Many fans label the Cleveland Cavaliers as the team with the best near-term and long-term opportunity for LeBron James. Certainly the Cavaliers are a team possessing potential, starring Andrew Wiggins and Kyrie Irving, but their youth leads to much uncertainty and unpredictable results. Because of this, the best option for James is signing a short-term deal with the Miami Heat and reviewing his options once again at a later date.
The Cavaliers’ biggest asset is Irving, who would be a great sidekick to James. He has the ability to catch and shoot and take some of the pressure off of James offensively. Other than Irving, however, the Cavaliers boast little to no outside shooting and an unproven supporting cast.
Another selling point to James is Wiggins, the No. 1 pick in the 2014 NBA Draft. Wiggins certainly has the potential to be a great player for years to come, but he is only a 19-year-old who has not played one game in the NBA. He has the ability to defend the perimeter right away, but what he can do offensively in the NBA immediately is yet to be seen.
For those who have watched Dion Waiters, it is easy to see his weaknesses. Waiters, a career 42.4 percent shooter, stops the movement of the ball on offense and needs a high volume of shots to be an “effective” scorer. He has poor vision, and although he can get to the rim, he struggles to finish. After selecting him after starting zero games in his college career at Syracuse, he has yet to justify the No. 4 pick overall.
The biggest problem on Cleveland’s roster is the big men, who are pitiful. Tristan Thompson‘s shooting was so atrocious that he had to change the hand he uses to shoot last offseason. Although he is a high-motor type of player, Thompson is not a formidable low-post presence. Next to him, Anderson Varejao has thoroughly declined over the last few years, and his injuries are worrisome at the age of 31.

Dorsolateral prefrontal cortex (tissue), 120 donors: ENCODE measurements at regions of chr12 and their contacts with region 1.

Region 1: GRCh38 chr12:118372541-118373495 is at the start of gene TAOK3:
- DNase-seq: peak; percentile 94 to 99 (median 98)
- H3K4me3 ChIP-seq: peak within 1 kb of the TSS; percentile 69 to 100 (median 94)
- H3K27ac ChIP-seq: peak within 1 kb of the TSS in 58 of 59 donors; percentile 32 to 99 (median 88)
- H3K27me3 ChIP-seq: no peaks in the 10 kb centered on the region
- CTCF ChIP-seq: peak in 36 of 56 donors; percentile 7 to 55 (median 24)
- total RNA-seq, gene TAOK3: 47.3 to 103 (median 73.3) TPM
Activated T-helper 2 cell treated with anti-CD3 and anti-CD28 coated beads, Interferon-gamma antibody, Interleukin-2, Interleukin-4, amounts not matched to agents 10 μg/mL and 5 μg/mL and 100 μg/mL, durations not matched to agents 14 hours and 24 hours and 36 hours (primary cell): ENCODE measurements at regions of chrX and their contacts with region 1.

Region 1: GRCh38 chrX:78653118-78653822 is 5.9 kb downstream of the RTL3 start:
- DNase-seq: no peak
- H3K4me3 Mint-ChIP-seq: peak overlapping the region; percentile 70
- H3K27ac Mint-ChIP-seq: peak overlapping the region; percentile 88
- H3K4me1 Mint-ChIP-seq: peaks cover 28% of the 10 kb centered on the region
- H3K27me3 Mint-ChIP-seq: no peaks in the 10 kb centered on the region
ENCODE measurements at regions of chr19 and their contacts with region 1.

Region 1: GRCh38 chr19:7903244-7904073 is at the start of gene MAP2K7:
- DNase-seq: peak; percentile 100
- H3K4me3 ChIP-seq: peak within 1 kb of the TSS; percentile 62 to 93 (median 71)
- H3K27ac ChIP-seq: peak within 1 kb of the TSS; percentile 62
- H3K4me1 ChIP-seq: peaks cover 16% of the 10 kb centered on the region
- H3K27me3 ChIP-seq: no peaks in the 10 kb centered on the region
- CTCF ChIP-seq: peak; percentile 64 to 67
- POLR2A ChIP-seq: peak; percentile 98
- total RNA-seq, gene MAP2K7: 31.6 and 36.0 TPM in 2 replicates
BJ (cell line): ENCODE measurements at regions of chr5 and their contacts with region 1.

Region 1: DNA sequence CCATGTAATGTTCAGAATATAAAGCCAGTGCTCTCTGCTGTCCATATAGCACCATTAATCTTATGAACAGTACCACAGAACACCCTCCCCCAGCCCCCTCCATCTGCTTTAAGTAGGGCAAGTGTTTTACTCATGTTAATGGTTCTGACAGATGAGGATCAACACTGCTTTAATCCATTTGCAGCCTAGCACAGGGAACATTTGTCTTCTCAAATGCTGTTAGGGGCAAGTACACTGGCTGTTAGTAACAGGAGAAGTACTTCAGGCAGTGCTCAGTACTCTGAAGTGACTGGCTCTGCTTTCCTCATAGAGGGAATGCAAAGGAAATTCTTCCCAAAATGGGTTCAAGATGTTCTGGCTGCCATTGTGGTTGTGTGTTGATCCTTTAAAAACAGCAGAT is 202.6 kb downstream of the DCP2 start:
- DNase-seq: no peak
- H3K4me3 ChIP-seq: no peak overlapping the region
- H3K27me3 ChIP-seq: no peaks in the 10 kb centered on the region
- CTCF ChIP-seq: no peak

At head coach, David Blatt will also need time and patience to adapt in his new role in the NBA. Although he is known as an offensive genius, he has never dealt with the egos the NBA possesses, and he will certainly have some growing pains as well.
Reminiscing back four years ago, James left Cleveland to join a 47-win team that was adding All-Star big man Chris Bosh. Still, that team did not win the Finals the year after, and I cannot imagine how difficult it would be to win an NBA Finals with an even younger, less-talented group in the first few years in Cleveland. Those young Cavaliers won only 33 games last year and will need at least one or two more years to gel before becoming a championship-caliber team with the league’s best player. Growing pains will be necessary for these Cavaliers, but they are not necessary for James.
Those saying Miami was not a good enough team to retain James are not correct. Miami’s offense was brilliant, boasting the second-highest offensive efficiency in the playoffs. The Heat ran through the Eastern Conference, losing only three games before the NBA Finals. Sure, the Heat were dismantled by the Spurs, but credit has to be given to San Antonio. The Spurs were simply on a mission and produced one of the greatest offensive performances in NBA Finals history. And do not forget, it is very possible that the whole series changes if James does not cramp up in Game 1, opening up the chance that the Heat go back home leading the series two-to-zero.
In the end, James should return to Miami in a short-term deal, wait to see how Blatt adapts in his new role and see if Wiggins is truly the real deal. By signing a short-term contract that keeps him in Miami, James would have the opportunity to play alongside proven champions under a proven coach in a proven organization for one or two more years. When individual Cavaliers gain experience and assert themselves as integral pieces to a championship puzzle, then Cleveland becomes a smart option for James. Until then, James should keep his talents in South Beach.